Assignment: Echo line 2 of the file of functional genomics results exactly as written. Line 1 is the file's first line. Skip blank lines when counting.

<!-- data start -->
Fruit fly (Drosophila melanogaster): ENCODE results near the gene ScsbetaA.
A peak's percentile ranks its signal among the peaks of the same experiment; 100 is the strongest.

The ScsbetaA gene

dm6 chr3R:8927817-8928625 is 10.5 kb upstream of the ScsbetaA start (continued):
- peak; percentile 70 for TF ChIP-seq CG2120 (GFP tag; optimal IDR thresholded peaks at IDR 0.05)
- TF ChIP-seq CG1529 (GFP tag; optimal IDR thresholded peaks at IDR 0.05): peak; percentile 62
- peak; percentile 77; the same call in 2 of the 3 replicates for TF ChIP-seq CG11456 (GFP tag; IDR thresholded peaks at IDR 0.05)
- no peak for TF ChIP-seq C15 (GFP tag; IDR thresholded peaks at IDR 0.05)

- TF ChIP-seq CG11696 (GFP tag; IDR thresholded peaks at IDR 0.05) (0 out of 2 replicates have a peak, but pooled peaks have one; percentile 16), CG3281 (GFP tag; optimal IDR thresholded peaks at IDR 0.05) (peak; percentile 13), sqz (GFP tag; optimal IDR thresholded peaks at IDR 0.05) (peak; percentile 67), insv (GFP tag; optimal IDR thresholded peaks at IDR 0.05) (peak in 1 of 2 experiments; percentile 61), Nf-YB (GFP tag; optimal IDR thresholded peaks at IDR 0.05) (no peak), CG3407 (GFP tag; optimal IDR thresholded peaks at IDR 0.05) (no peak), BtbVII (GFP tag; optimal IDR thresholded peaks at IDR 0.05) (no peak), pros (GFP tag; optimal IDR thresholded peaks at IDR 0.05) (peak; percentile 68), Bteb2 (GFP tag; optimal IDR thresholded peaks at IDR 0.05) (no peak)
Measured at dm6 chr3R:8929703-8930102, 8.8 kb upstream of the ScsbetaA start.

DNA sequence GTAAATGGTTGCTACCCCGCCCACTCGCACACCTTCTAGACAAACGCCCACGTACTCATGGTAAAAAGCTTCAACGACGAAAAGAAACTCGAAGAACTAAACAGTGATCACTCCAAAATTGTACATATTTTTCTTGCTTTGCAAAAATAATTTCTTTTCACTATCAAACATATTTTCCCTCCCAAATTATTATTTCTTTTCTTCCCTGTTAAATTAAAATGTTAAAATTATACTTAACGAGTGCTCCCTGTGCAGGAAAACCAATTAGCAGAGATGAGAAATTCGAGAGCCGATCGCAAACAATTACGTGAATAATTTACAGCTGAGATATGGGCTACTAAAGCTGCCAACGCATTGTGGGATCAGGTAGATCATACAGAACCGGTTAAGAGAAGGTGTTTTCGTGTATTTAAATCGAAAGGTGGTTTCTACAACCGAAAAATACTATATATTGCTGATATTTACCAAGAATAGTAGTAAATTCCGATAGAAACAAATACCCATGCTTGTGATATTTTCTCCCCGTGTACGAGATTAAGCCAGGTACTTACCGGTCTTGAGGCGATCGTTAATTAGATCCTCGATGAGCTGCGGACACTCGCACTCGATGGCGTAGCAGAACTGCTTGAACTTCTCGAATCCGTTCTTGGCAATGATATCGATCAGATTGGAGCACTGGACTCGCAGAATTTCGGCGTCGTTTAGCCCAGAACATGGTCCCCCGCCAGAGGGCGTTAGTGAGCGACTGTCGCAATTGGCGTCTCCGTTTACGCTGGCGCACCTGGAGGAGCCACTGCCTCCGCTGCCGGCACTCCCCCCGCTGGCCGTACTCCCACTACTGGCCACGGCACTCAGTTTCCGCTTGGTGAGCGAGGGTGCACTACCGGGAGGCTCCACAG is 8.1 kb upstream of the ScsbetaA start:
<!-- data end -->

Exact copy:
A peak's percentile ranks its signal among the peaks of the same experiment; 100 is the strongest.